The Gospel of Mark was likely written in Rome in the late 60s, early 70s CE, and is thought to be the earliest of the four Gospels. The Gospels of Matthew and Luke both draw from Mark. While the author is not identified in the book, traditional belief is that the author is John Mark, whom we read about in Acts. He was a follower of Peter and became his interpreter or translator. He was also a companion to Paul and Barnabas. The Gospel of Mark is divided into two sections. Part one outlines Jesus’ ministry of healing and preaching in Galilee, and part two predicts suffering and tells the story of Jesus’ death and resurrection. Mark is an energetic book that weaves together multiple stories of conflict, discipleship, and hope.
The beginning of Mark sets the stage for Jesus’ ministry of teaching and healing in Galilee. It points us to the Old Testament, quoting Malachi 3:1 and Isaiah 40:3, and suggests a new Exodus with imagery of the wilderness and John the Baptist “[preparing] the way of the Lord.” After Jesus is baptized and then tempted by Satan in the wilderness, we come to our Scripture focus, Mark 1:14-15. Verse 14 tells us that Jesus came to Galilee after John was arrested. This indicates the gloomy condition in which Jesus begins his ministry and shows us that the path forward is not without obstacles. However, in verse 15 Jesus proclaims the kingdom of God. Amidst challenges, we can still hold on to the hope we have in Jesus.
The past year has been a time of obstacles for all of us. The COVID-19 pandemic has affected everyone in one way or another. We have all had to figure out new ways of carrying out our daily activities. Some have had to make adjustments for jobs or school, while others have experienced devastating loss. What has been common for all of us is that we have been grieving. For many people, this grief came early on with loss of jobs, loss of community, or loss of normalcy. I was fortunate enough to be able to continue working, and I have a strong community at work.
While my life certainly changed and I had various challenges throughout the pandemic, the full brunt of my grief was a bit delayed because of my particular circumstances. Months into the pandemic I was watching a cooking show that had been filmed a year earlier. The episode featured the chef cooking a meal she would serve to friends and family at a garden party. At the end of the episode, when everyone sat down together, unmasked and happily sharing a meal, blissfully unaware of how their lives would change in a few months, I began to cry. Hosting people in my home is something that brings me great joy and fulfillment. I used to do this on a regular basis, and I truly miss cooking and serving meals to people in my home. My husband and I used that time to connect with people we already knew and loved and as a way to invite new people into our lives. This way of being in relationship with others is a loss I have experienced this year, and it is important that I acknowledge my grief, even if it may seem less severe than what others have encountered.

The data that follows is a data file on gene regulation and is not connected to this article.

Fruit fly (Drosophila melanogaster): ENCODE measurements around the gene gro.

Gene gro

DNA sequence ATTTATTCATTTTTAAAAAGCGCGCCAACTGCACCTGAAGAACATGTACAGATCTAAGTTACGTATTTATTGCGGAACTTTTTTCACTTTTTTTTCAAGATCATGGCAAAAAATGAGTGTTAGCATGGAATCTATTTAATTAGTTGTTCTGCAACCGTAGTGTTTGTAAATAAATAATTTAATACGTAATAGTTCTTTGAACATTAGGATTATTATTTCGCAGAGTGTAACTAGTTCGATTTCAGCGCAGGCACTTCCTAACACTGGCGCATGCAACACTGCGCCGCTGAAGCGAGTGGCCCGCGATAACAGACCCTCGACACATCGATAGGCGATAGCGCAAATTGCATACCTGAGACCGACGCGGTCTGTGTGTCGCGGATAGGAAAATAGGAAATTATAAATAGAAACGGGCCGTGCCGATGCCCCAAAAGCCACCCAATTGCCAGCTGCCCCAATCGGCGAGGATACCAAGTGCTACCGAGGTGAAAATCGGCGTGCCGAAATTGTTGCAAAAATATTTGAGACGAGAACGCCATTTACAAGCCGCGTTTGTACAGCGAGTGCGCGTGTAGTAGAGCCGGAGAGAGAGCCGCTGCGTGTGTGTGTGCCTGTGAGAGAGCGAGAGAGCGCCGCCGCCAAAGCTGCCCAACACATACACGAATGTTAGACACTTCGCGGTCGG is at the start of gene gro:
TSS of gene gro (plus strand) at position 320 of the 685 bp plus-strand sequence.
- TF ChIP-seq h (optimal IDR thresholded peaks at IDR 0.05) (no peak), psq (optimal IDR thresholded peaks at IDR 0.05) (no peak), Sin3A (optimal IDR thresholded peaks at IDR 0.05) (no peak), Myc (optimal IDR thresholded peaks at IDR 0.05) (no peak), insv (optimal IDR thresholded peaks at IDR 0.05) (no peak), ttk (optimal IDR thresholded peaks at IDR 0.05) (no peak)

Our scripture focus, and the book of Mark as a whole, does not gloss over suffering. The passage shows us that though trials were a part of Jesus’ life and ministry, he and his followers continued to work toward restoration and fulfillment of God’s promises. We join together with them in this work. Amidst challenging times in our lives, we can push forward toward the kingdom of God. Jesus points us to the hope we have in the good news. When it feels difficult to hold onto this hope, we can lean on Jesus and trust that he understands our struggles.
As you and your students reflect on this passage together, help them think about the ways both suffering and hope play a role in our lives. Invite them to consider how they can be a part of God’s redemptive work. What are some ways they can do this moving forward and what are some ways they have already been doing this over the past year? In the coming months, how can we hold on to hope together?
Haley Seanor serves as a hospital and hospice chaplain in Birmingham, Alabama. She feels blessed and humbled for the opportunity to walk alongside others in this role. Haley was a contributor for the book Reading the Bible Outdoors: The Practice of Lectio Sub Divo, A Devotional Guide.